Avon is obviously a recognized brand, but it’s one with an outdated image. How do you plan to overcome that?
Our makeover had to focus on the products first, then internal communications, right to our core customers, and finally to new customers who haven’t seen us. We started by revitalizing our products. We eliminated a third of the product line, repackaged the rest, and then focused on innovation. We boosted R&D 50 percent in the last three years, focusing on breakthroughs in skin care and color cosmetics technology. The line and the brand are different today than they were even in the mid-’90s.
Then we moved into the next phase sampling. We’re spending 100 percent more this year than last to get our products out there. And we’re spending approximately $25 million annually in an incremental investment to upgrade our core brochure, which is our store. It’s higher quality paper and a larger size, with larger product pictures, and younger models.
Last, there’s “Let’s Talk,” a $90 million ad campaign-50 percent more than we spent last year-that we launched in 23 countries this year. There’s lots of supermodels and glamour out there in TV and in magazine ads. And all our customers tell us, “We don’t look like that; we’re real.” Our “Let’s Talk” campaign features accessible women. It’s “Let’s talk about why you should use Avon, about why Avon is for you when you didn’t think it was.” And it’s obviously a major statement that this is not your grandmother’s Avon.
The Web and retail penetration make a person-to-person approach look antiquated-particularly in the U.S. market. What role will the Avon Lady play in the new economy?
We still believe there’s tremendous opportunity in the core direct-selling business. It needed and needs certain strategic changes. For example, there’s a way to revolutionize direct selling with B2B solutions. We can Web-enable representatives in our core channel to do business easier with us and with their customers through technology and to move away from a paper-, telephone- and knock-knock-based mode.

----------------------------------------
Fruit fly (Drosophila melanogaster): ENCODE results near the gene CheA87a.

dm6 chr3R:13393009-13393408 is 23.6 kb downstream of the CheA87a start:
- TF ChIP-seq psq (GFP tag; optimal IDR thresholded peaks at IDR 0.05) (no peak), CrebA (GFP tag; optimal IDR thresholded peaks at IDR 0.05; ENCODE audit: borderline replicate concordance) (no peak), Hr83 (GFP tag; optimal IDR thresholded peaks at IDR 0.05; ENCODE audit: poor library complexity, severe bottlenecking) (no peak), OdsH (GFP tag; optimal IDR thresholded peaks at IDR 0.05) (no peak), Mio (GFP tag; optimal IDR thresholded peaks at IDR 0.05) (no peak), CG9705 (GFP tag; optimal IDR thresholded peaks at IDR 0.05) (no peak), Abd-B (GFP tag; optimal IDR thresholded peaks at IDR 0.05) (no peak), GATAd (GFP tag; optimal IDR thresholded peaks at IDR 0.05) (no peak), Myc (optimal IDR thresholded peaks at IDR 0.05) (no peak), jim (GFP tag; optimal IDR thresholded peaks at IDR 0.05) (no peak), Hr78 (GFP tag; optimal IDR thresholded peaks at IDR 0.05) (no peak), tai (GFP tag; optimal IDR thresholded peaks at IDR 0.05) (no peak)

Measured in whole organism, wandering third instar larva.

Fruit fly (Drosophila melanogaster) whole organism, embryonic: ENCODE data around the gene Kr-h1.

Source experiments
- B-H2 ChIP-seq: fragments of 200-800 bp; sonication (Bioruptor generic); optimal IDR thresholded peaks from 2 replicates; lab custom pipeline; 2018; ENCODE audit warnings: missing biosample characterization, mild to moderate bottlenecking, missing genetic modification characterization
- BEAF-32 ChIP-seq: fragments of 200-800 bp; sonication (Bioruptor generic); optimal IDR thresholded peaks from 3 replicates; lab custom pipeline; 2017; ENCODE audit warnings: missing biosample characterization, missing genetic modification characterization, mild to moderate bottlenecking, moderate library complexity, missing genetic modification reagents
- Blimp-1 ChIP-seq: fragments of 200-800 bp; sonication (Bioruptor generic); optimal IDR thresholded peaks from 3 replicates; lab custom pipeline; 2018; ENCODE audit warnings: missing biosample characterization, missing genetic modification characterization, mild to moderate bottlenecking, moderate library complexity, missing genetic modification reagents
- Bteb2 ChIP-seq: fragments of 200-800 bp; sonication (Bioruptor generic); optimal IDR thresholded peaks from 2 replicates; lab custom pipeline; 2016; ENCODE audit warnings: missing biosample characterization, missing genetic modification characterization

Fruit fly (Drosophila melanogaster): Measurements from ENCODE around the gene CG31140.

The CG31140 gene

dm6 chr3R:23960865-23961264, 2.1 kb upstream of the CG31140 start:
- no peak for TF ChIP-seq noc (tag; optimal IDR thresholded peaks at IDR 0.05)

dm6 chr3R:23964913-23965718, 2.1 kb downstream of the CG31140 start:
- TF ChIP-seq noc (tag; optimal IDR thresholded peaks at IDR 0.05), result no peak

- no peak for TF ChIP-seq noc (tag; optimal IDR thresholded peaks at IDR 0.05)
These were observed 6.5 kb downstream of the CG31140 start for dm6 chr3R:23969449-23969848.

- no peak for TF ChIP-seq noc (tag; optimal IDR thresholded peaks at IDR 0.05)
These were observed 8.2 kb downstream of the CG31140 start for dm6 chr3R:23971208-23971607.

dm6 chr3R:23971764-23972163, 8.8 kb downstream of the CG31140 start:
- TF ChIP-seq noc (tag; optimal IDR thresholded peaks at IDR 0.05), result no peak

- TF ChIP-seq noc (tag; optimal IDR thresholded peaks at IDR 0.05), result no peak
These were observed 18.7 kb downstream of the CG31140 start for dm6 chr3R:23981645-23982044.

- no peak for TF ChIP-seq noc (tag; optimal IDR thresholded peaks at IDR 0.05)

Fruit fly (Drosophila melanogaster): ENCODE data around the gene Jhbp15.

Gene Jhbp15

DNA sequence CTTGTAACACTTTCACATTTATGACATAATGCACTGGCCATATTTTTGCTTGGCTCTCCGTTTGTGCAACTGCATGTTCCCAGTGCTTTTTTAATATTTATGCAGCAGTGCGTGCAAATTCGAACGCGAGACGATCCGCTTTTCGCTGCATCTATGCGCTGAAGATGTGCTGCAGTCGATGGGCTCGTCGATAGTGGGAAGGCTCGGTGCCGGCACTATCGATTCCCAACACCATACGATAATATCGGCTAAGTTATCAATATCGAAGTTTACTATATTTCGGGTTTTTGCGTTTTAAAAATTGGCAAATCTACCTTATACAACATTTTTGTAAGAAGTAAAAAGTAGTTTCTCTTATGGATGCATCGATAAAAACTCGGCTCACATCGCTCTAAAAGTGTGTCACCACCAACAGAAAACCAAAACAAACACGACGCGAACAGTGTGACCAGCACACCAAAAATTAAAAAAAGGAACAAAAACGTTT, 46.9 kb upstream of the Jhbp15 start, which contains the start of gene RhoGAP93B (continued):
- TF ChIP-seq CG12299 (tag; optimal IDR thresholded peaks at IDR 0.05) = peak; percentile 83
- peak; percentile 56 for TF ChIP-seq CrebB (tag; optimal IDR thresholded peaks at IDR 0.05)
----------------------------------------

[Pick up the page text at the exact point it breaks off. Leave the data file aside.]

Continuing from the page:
But even without technology, this person-to-person selling in cosmetics is very important. Women like to use products that other women say work. The Internet will be a big opportunity, but you can’t smell a fragrance there yet.
On a great day, I don’t believe that the amount of cosmetics sold over the Internet will be more than 25 percent. It’s a huge opportunity, so that’s not to pooh-pooh that space, but there will always be room for other channels. I don’t believe the Internet will eclipse direct and/or retail selling of cosmetics. A representative is free delivery; she’s a personal beauty consultant. Some people want that high touch.
Direct selling makes perfect sense in places like Brazil and Russia, where retail infrastructures are close to non-existent. It’s far less appropriate in areas like North America and Europe. How are you tailoring Avon’s approach to fit the varying cultures and economic environments of 135 countries? And how will you adapt them as those conditions evolve?
When you spend time in Brazil or in Malaysia, you realize that internationally there are what we call five Avons rather than one, unified template. There are different stages of development, brand acceptance, and the channel. And we have different operating models, although the foundation, obviously, is still the same. Understanding the nuances culturally and business-wise are critical to running this business.
In China, the government banned direct selling in 1998. That was [an example] of the art of being flexible, doing business as a company one way and then having to, not over time but immediately, wake up the next morning and be in a different business. But our people were able to respond to that.